№1 January 2012Table of contents Issue Archive
№1 January 2012Table of contents Issue Archive
№ 8 (August 2007)
By Oleg Karpushin
For a number of reasons, the Sakhalin-II project run by the Sakhalin Energy company is unparalleled in its scale.
First, it is being implemented in severe climatic conditions in the Sea of Okhotsk where the water is covered with thick ice for six winter months. Secondly, all operations have to be carried out with the fragile northern nature of Sakhalin Island in mind. Thirdly, the area is prone to high seismic loads. In addition, Sakhalin-II is unique in its scale and integrated project as hydrocarbon production, transport and processing taking place hundreds of kilometers away, will be monitored from a single control center. In response to these dramatic challenges, Sakhalin Energy could not help but rely on state-of-the-art technologies, or in some instances even pioneer their application.
For example, the currently operating Molikpaq (PA-A) oil production platform introduced a zero flaring system in 2005 to eliminate flaring of associated gas, which has both financial and environmental. Today, all associated gas is injected back into the reservoir using gas compressors. Consequently, the gas will be supplied to a manifold whose construction is nearing completion.
In addition, a zero waste discharge program has been implemented, whereby all process fluids, effluents, and produced water can be re-injected back into a discharge well. Similar systems will be commissioned at Piltun-Astokhskoye (PA-B) and Lunskoye-A (LUN-A) offshore platforms to prevent even the smallest spill from getting into the Sea of Okhotsk, either in the course of drilling or during the platforms operation.
Besides, the platforms are unique in their own right. For the first time in Russia, they are placed atop the concrete gravity base structure (CGBS) capable of withstanding heavy seismic and ice impacts. Traditionally, base caissons have been preferred although they are good for shallow waters only, while the sea depth around Piltun area is 32 meters and at Lunskoye field it reaches 48 meters.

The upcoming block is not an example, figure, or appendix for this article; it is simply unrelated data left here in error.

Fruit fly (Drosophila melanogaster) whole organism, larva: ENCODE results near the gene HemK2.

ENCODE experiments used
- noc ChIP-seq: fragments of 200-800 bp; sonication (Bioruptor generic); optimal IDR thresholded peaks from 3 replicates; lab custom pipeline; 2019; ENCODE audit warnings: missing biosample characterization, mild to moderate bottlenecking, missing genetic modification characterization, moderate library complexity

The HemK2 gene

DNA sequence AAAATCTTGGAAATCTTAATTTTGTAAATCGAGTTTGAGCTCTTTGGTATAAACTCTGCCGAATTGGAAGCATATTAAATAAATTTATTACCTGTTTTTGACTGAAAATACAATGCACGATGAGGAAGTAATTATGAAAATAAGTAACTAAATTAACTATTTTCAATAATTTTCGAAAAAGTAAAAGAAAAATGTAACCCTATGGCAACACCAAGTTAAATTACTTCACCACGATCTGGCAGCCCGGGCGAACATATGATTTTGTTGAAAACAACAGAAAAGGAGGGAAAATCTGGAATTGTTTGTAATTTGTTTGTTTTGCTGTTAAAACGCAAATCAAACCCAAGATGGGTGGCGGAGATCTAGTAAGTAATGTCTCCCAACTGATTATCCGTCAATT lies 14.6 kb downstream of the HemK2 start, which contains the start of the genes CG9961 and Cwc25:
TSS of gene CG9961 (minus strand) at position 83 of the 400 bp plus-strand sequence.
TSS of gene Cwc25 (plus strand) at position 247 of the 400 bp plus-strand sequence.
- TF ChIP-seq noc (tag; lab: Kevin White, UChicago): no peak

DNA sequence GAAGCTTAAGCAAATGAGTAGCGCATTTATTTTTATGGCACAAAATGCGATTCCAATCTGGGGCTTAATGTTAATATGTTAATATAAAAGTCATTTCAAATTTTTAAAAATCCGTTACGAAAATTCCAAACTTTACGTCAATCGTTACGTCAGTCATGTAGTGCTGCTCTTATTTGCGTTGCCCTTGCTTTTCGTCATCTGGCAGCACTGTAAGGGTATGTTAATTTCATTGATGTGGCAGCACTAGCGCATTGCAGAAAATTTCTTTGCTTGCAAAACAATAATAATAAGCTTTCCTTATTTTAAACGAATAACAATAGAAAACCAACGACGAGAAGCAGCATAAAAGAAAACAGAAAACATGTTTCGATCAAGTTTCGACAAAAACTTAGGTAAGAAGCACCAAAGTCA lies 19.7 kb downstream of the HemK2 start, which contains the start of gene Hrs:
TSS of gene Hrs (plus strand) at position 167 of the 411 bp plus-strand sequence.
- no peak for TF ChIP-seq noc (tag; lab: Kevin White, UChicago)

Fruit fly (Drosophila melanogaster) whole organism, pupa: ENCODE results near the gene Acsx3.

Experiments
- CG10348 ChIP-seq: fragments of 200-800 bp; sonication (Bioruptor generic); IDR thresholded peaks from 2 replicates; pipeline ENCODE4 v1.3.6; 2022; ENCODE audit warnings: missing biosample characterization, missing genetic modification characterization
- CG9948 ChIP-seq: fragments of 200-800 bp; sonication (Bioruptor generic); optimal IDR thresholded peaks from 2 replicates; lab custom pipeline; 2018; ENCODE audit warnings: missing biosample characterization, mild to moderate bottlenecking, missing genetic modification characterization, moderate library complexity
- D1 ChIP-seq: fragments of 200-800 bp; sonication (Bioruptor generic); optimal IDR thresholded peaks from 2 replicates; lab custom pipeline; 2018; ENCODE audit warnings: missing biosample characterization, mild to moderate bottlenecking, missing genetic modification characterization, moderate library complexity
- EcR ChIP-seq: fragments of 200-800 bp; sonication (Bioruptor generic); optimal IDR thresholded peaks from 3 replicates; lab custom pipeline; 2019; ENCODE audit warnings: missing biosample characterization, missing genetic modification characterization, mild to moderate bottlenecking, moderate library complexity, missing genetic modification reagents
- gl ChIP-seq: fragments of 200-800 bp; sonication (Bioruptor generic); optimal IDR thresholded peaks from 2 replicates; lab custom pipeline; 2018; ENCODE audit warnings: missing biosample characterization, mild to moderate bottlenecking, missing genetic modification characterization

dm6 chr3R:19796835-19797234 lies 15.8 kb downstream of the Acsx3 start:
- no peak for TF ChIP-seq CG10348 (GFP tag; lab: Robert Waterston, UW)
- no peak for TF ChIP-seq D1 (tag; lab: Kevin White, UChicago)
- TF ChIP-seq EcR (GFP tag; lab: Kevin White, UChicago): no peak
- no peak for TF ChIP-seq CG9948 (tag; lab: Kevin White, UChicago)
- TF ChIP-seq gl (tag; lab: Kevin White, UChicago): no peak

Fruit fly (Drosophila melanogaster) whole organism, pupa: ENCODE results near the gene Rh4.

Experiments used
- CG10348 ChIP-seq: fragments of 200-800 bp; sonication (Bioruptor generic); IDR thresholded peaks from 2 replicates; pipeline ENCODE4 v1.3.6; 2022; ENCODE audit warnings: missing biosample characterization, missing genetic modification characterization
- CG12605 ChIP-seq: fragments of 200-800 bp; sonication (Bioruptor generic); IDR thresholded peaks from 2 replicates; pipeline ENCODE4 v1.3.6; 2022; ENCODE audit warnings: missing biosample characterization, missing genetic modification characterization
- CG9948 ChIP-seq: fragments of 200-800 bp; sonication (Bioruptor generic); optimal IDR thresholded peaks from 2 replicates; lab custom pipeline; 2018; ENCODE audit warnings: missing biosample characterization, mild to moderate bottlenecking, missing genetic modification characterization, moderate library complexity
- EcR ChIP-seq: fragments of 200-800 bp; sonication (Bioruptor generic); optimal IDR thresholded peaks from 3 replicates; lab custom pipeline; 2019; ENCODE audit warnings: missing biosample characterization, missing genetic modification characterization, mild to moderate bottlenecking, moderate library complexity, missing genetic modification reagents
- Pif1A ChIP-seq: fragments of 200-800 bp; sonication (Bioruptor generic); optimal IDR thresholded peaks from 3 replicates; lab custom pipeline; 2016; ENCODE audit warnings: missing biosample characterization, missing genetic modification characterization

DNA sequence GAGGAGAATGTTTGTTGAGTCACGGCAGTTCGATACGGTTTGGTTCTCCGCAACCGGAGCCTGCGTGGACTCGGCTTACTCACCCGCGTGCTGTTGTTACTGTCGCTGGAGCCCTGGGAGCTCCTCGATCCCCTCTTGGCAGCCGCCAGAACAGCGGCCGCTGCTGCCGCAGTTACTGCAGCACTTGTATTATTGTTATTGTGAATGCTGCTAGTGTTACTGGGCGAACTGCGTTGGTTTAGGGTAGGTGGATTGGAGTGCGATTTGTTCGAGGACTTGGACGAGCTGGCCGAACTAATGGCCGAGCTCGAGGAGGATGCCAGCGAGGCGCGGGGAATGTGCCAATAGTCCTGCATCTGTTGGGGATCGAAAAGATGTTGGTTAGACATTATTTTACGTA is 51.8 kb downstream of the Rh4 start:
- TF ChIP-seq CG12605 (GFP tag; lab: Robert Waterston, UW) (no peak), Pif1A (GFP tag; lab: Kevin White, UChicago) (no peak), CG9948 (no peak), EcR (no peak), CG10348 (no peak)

The towing and installation of the LUN-A (weighing 21,800 tons) and PA-B (weighing 28,000 tons) topsides onto their final resting place on top of the CGBS have broken world records for installation operations of this type.
Considering the potential seismic risks of the field development area, the topsides have been mated to the four legs of the concrete gravity base using sliding connections called friction pendulum bearings installed at the top of each leg. This method has been used for the first time ever in Russia and worldwide, as such gigantic bearings cannot be found elsewhere in the oil and gas industry.
Sakhalin Energy contracted a team of researchers from Earthquake Protection System Company to carry out a big research project. They built up a special bench allowing the in-situ testing of bearings to be performed for the project. According to calculations, these pendulum dampers will work through the entire service life of the platforms, which can help protect the topside against damage during a severe earthquake that occurs once in 3,000 years.